# Integer programming formulation for this particular arc routing problem

I hope you can help me out with this. I'm stuck with an integer programming formulation for the so-called Undirected Chinese Postman Problem.

Consider an undirected graph $G=(V,E)$, where $V$ is the vertex set and E is the set of $edges$. Let $E(S)=\{(i,j) : i\in S, j\in V\setminus S\text{, or } i\in V\setminus S, j\in S\}$ be a subset of odd-degree vertices, $S \subseteq V$ is said to be odd if it is a set consisting of an odd number of odd-degree vertices"

This last odd condition is the one that I’m struggling with.

The formulation is as follows: \begin{align} \min \ &\sum_{(i,j)\in E}c_{ij}x_{ij} \\ \text{Subj to }&\sum_{(i,j)\in E(S)} x_{ij}\geq 1,\quad S\subset V,S\text{ odd} \\ &x_{ij}\geq 0,\quad (i,j)\in E \\ &x_{ij}\in \mathbb{Z},\quad (i,j)\in E \end{align}

According to the first constraint, does it mean that if we have a graph with an even number of odd-degree vertices we can’t solve the CPP? or am I getting it totally wrong?

Consider this particular graph. How would be the formulation for this case? It would be very helpful if you explain the formulation for constraint 1. Thanks!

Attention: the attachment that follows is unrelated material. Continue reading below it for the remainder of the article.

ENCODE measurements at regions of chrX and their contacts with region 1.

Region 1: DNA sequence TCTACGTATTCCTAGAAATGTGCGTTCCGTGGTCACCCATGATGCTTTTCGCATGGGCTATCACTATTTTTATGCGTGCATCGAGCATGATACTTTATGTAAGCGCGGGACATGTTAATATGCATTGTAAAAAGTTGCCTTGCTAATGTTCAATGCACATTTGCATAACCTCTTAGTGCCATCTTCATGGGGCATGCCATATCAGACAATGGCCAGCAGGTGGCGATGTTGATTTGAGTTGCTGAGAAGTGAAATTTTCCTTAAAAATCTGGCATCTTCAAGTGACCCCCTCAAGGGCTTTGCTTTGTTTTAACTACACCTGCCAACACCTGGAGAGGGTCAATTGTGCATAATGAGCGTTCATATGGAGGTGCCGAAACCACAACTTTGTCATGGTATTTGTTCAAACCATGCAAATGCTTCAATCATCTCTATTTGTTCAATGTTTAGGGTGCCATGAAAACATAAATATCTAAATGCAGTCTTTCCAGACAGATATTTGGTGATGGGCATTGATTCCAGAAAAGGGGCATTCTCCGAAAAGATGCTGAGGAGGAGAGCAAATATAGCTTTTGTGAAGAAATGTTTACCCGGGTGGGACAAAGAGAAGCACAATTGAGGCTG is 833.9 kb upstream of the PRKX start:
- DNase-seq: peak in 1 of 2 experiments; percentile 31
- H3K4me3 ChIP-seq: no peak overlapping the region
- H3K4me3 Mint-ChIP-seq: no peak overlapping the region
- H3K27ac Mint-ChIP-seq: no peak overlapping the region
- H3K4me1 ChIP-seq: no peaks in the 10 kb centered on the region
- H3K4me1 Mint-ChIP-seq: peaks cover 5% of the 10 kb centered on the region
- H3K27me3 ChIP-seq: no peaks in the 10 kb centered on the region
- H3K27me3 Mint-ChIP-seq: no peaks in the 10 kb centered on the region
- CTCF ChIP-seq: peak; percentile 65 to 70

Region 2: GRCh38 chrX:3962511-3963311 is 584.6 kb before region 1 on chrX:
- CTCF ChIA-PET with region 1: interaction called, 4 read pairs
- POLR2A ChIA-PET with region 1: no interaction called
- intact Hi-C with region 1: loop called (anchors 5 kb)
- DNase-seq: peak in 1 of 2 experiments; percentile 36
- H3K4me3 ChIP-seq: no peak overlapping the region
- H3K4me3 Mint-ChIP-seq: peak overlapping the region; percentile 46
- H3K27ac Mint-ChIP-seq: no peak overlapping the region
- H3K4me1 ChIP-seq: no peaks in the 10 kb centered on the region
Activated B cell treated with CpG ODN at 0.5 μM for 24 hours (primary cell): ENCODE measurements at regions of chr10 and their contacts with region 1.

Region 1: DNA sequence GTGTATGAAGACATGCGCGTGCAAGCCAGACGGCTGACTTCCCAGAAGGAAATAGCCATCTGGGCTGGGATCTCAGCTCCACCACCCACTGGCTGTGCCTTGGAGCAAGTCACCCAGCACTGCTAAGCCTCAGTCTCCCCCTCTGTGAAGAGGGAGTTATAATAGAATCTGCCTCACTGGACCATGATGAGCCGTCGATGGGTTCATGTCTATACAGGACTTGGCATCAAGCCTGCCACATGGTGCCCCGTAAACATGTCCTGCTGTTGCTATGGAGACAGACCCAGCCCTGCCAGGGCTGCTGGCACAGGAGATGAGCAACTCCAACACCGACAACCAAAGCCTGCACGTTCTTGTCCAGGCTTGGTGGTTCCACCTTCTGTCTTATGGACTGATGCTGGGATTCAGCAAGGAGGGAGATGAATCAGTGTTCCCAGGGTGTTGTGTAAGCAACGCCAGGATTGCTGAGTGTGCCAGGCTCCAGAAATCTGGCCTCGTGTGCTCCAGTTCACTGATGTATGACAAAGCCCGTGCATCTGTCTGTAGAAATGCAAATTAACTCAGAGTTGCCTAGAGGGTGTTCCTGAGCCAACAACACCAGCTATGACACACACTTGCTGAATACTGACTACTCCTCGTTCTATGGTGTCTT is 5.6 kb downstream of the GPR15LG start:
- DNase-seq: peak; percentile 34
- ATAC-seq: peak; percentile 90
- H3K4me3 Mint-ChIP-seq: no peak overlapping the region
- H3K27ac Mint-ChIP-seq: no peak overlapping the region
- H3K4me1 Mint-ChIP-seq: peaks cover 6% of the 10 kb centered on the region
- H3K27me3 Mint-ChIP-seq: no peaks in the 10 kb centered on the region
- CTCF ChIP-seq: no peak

• I'm not sure what you are quoting, but I think you are quoting it incorrectly. The sentence "[l]et $E(S)=...$ be a subset of odd-degree vertices ..." is inherently goofy, since $E(S)$ is defined to be a set of edges. Oct 27 '17 at 19:35

In the pictured graph, the odd-numbered vertices have even degree and the even-numbered vertices have odd degree. So the sets $S$ over which the first constraint is iterated consist of the odd-cardinality subsets of $\{2, 4, 6, 8\}$. There are eight such sets, four singletons and four with cardinality three.
The constraint itself says you need to pick at least one copy of at least one edge that has one endpoint in $S$ and one not in $S$. Since all the edges go between an even-numbered node and an odd-numbered node, every edge incident on a node in $S$ qualifies.
So for $S=\{2\}$, the constraint is $x_{(1,2)}+x_{(2,3)}+x_{(2,9)} \ge 1$. For $S=\{2, 6, 8\}$, the left side of the constraint contains nine of the twelve $x$ variables, omitting $x_{(3, 4)}$, $x_{(4,5)}$ and $x_{(4,9)}$.